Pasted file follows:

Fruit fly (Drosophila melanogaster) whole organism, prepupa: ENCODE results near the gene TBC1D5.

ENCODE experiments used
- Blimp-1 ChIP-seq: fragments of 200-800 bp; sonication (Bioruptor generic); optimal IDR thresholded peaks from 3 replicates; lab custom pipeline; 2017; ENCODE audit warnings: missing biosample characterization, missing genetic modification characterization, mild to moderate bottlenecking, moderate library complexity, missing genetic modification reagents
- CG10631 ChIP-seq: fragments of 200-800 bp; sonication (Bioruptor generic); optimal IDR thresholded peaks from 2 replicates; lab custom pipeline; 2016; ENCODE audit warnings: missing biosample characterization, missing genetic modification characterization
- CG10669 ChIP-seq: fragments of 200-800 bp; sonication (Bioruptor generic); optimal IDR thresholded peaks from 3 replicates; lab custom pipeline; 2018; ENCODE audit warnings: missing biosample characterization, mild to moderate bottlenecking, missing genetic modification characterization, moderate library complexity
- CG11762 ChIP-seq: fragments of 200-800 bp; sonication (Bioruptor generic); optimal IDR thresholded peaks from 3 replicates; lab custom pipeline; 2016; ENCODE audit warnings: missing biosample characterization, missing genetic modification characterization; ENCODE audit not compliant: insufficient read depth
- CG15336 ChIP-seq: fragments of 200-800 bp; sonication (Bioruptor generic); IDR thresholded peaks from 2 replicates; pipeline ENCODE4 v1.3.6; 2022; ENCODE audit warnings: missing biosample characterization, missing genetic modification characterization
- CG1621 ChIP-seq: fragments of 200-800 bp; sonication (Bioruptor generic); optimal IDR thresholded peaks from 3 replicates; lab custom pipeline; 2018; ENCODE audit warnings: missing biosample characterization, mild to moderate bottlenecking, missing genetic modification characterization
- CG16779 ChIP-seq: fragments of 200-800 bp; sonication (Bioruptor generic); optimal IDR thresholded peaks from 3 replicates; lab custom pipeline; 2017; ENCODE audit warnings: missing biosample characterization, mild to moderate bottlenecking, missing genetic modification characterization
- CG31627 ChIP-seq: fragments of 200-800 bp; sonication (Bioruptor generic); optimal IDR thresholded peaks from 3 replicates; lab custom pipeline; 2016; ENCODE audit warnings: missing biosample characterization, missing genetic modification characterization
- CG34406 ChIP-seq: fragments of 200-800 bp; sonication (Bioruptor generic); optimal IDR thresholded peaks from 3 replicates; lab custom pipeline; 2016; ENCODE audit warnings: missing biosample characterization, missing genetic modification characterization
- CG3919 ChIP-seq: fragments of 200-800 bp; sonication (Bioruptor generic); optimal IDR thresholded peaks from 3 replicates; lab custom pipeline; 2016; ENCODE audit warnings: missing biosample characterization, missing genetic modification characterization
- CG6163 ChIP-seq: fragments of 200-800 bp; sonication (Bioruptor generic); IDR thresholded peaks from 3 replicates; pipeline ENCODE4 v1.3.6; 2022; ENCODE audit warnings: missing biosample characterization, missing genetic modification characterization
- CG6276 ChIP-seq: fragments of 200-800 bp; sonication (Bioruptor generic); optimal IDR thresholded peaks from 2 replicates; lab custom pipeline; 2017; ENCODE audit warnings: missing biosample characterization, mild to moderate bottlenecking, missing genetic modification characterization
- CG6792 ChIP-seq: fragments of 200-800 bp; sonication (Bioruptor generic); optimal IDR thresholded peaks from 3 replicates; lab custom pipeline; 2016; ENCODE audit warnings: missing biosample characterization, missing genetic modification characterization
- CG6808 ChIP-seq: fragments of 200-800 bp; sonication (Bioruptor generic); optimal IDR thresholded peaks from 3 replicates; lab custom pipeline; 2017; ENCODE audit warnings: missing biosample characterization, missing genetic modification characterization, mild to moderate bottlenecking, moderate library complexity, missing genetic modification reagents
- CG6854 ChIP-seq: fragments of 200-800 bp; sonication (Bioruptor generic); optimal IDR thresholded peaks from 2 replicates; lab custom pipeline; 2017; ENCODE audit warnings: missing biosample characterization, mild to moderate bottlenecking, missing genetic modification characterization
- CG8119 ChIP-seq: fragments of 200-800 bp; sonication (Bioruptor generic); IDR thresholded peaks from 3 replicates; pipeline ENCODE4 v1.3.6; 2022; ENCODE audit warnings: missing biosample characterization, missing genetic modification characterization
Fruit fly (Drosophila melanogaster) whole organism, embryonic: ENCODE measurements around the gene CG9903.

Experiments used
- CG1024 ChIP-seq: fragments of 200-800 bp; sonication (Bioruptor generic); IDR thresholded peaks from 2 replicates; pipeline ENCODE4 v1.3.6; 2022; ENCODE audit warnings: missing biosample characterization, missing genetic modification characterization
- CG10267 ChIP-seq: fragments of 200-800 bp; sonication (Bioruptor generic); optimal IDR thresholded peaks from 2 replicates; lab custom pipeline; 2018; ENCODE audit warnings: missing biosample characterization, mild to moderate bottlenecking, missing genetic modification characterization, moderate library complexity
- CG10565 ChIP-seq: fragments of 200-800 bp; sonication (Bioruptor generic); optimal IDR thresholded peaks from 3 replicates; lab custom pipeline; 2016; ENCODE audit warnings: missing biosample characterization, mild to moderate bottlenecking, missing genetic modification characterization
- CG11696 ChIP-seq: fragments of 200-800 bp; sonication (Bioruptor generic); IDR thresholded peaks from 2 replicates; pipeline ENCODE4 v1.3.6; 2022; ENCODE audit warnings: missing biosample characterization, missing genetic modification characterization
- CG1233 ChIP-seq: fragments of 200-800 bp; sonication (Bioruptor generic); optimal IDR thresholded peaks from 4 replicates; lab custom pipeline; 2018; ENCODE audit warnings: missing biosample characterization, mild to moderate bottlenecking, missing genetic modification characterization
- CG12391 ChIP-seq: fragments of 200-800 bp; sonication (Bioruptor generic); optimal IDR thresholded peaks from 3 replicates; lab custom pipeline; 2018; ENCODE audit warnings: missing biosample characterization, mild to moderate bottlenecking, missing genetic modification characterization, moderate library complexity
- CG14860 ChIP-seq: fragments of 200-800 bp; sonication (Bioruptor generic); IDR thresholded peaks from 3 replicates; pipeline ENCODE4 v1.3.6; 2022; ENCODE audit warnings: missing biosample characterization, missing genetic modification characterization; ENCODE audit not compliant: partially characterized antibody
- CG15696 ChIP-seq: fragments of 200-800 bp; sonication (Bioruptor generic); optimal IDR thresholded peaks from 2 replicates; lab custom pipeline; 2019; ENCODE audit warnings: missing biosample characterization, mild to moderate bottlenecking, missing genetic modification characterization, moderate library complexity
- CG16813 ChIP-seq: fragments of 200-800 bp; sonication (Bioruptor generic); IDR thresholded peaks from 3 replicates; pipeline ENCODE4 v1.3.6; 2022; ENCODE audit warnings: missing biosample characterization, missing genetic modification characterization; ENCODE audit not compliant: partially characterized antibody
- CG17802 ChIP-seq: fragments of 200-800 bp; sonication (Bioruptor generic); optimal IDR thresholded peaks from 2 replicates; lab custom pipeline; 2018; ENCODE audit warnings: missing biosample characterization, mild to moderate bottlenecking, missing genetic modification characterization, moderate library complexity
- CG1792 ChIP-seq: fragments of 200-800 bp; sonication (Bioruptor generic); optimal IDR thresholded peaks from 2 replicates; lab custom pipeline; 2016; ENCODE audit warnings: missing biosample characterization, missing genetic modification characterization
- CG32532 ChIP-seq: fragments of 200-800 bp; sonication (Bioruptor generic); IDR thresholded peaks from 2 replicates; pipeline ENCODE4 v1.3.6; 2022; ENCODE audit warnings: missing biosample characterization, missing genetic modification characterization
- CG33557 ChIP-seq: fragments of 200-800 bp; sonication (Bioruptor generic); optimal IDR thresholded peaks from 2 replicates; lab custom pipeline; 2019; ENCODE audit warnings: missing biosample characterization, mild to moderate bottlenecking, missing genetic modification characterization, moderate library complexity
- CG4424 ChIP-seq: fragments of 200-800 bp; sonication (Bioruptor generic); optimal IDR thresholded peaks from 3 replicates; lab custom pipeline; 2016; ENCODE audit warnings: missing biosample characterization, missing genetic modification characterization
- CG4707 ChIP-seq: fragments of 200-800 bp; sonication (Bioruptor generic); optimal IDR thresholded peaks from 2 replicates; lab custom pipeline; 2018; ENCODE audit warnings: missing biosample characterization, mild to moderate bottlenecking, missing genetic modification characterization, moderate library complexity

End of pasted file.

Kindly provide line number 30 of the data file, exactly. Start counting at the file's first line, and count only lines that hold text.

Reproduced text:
- CG17802 ChIP-seq: fragments of 200-800 bp; sonication (Bioruptor generic); optimal IDR thresholded peaks from 2 replicates; lab custom pipeline; 2018; ENCODE audit warnings: missing biosample characterization, mild to moderate bottlenecking, missing genetic modification characterization, moderate library complexity